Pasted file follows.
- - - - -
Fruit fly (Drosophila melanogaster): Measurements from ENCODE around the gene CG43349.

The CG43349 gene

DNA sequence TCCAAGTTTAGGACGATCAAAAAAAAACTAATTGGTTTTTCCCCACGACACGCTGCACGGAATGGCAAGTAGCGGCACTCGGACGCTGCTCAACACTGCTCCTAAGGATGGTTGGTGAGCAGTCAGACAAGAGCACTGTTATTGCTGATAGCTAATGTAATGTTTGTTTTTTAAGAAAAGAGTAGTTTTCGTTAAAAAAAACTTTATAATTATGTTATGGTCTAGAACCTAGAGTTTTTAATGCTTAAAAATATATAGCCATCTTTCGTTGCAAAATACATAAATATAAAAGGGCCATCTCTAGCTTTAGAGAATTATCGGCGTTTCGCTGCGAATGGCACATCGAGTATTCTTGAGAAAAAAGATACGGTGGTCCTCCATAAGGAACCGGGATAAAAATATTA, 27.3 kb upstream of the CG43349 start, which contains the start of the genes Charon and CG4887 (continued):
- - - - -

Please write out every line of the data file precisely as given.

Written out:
Fruit fly (Drosophila melanogaster): Measurements from ENCODE around the gene CG43349.

The CG43349 gene

DNA sequence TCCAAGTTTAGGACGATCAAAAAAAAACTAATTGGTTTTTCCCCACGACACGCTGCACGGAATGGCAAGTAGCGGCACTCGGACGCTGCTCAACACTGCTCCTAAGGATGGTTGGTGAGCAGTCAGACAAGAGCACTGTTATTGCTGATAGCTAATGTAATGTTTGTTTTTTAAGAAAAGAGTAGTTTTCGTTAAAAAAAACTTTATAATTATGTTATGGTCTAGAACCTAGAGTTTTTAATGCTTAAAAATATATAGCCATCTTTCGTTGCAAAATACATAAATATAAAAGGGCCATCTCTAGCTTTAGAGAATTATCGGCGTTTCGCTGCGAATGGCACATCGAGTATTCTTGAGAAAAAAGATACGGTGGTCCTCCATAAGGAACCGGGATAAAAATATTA, 27.3 kb upstream of the CG43349 start, which contains the start of the genes Charon and CG4887 (continued):